The United Nations General Assembly has instructed the Governing Council of the United Nations Environment Programme to keep the world environmental situation under review. In 1982, 10 years after the UN Conference on the Human Environment at Stockholm, the first comprehensive report on the state of the global environment is being published. The present paper, by the Editors of that Report, summarizes its main findings. It first reviews changes in the sectors of The Biosphere (while recognizing that the interlinkages between them have been stressed increasingly during the past decade), before turning to the human components of the total Man—environment system.
In the atmosphere, rising carbon dioxide concentrations, acidification of rain and snow in or by industrial regions, and stratospheric ozone depletion, remain the chief concerns, although the last has not yet been demonstrated instrumentally. In the oceans, pollution (including oil) has not been shown to have more than a local impact on ecosystems, and overall fishery yields have continued to rise slowly and erratically despite some overexploitation. The world's freshwater resources are better known than in 1970, and pollution control and the prevention of problems in irrigated agriculture have advanced; but the targets of the Drinking Water and Sanitation Decade appear less attainable as time passes. Mineral production rose without a concomitant increase in environmental damage. Changes in terrestrial life—especially loss of tropical forests—were the subject of widely varying estimates. Food production rose, but fell short of needs in many areas, while desertification, waterlogging, salinization, pest-resistance, post-harvest crop-losses, and the side-effects of agricultural chemicals, remained serious problems.
The dominance of the human element in the Manenvironment system was increasingly recognized during the decade. Human population growth slowed somewhat, except in Africa, although the world total passed 4,400 millions in 1980. The cities of the developing world expanded rapidly, outstripping public services and threatening new problems. In the Third World, infectious and parasitic diseases remained major killers, whereas hypertension, coronary heart disease, and cancers—some due to self-inflicted influence—dominated the statistics in developed nations: environmental factors remained important in both. The 1970s showed that industrial growth could occur without environmental damage or unacceptable cost. The energy crisis of 1974 had a serious impact on developing countries with strategies based on cheap oil, and firewood shortages led to severe environmental problems there also: in contrast, many developed countries were able to adjust their energy plans with only moderate difficulty.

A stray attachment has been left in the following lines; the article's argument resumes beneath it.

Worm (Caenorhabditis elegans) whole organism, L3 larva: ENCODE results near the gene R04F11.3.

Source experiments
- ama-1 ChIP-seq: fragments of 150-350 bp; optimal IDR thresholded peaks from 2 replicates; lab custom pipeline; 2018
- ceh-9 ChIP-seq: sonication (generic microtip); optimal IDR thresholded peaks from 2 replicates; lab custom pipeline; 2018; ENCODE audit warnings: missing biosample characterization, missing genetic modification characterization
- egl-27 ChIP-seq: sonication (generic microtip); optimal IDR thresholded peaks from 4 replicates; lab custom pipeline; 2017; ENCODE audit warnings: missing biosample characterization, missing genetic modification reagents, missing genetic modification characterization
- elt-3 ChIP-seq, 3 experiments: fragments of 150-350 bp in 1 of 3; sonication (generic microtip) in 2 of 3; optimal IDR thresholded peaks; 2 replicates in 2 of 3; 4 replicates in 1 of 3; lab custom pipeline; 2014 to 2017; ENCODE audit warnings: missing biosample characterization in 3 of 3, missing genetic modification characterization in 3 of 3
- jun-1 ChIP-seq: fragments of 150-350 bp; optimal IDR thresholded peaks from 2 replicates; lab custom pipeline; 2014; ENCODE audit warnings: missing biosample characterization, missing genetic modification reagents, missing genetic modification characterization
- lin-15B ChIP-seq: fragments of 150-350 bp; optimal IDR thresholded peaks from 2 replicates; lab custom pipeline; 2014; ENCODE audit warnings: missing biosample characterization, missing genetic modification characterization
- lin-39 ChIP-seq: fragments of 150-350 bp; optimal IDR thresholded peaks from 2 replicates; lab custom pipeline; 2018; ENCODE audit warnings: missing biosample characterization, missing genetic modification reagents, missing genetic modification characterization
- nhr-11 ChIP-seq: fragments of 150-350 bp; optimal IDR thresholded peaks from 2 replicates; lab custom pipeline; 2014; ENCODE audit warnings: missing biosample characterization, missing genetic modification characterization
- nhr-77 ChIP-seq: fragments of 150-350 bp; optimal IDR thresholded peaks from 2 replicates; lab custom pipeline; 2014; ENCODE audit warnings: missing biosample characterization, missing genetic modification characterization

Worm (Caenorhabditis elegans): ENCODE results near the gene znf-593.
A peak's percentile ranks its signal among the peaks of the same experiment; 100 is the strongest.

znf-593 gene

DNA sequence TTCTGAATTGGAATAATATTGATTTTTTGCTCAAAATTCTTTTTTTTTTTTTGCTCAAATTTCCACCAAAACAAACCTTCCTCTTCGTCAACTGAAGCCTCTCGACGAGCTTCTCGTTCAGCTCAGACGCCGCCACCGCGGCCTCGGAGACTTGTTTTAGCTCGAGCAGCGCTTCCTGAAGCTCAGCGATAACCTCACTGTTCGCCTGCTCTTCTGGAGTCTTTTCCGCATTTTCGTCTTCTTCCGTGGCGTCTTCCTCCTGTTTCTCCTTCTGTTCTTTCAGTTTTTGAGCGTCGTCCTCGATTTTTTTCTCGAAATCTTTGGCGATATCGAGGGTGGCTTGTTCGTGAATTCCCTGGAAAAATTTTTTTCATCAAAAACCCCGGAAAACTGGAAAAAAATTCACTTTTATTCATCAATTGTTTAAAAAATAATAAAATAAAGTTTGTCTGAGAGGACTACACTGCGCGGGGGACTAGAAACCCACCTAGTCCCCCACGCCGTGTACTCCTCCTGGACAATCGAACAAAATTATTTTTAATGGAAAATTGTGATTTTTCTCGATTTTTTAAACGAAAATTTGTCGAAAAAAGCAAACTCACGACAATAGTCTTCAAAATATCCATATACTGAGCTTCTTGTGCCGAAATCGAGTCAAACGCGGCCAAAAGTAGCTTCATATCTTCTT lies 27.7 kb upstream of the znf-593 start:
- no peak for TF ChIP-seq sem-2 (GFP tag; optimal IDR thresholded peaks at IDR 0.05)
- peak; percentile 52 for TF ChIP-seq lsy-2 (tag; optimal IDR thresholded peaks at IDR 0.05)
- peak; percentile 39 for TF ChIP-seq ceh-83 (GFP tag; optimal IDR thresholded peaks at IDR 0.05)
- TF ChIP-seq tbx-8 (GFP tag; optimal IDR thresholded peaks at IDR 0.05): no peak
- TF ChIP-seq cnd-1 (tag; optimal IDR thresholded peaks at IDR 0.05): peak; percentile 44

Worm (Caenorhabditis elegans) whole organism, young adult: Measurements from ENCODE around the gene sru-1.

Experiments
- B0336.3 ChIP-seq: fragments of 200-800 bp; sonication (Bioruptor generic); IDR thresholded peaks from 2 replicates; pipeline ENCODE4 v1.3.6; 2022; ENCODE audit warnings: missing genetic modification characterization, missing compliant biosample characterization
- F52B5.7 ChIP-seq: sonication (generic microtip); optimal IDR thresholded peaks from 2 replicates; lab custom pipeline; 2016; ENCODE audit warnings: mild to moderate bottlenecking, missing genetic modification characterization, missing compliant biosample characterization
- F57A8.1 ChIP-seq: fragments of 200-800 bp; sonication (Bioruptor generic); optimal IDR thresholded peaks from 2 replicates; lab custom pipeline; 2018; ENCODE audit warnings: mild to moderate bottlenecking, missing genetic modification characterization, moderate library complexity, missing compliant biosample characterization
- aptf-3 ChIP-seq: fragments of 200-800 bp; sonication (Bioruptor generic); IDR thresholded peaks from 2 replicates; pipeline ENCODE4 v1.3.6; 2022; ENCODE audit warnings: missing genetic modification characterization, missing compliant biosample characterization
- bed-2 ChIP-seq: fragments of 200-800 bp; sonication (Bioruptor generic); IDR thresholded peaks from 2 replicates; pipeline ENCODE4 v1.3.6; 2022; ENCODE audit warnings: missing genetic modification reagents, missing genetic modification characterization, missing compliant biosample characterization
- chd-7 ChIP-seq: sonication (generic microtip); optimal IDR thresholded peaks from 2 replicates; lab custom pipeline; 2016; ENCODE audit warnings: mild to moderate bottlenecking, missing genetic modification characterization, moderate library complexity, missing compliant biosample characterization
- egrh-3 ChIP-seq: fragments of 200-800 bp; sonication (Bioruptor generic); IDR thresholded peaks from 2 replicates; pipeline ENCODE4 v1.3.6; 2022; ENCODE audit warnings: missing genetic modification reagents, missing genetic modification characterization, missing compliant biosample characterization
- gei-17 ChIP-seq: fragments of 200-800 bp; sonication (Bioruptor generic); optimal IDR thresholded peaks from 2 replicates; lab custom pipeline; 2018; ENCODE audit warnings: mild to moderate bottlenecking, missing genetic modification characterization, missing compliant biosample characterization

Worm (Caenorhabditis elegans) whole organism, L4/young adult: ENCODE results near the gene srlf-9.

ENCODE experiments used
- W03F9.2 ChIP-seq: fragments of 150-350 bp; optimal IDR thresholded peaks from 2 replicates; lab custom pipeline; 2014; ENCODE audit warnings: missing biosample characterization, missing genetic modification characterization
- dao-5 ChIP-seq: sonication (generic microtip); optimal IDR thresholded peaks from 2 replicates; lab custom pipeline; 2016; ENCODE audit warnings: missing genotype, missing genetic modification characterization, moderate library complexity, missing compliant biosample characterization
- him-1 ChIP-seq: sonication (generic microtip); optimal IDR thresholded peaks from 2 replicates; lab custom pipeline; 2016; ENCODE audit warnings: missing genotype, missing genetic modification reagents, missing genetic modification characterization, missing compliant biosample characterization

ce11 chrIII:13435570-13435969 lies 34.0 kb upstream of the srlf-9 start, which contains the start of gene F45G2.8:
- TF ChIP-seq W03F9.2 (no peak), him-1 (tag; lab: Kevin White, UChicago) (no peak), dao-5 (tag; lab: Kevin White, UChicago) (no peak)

Transport and international tourism grew dramatically during the decade, consuming energy and land, and inspiring countermeasures to curb pollution, increase safety, and avoid social and environmental disturbances in areas that were frequented by many visitors. Environmental education schemes expanded—especially in developed countries, where the coverage of environmental issues in popular media grew dramatically between 1960 and 1970, falling back subsequently. The environmental impact of past wars and increasing military preparations caused concern, and the arms race continued to absorb resources that developing countries could ill afford.
Reviewing the decade, four dominant trends can be recognized. First, scientific and popular interest in environmental protection have come together to form a new kind of conservation movement. Second, there has been a data explosion in the environmental field, but much of the information is of limited value in assessing trends or as a foundation for decisions and actions. Third, new understanding of the structure and functioning of environmental systems offers a prospect of more reliable planning. Fourth and finally, it has become apparent that the lack of social organization, education, training, and political will, are commonly the limiting factors in environmental improvement, rather than a shortage of scientific knowledge.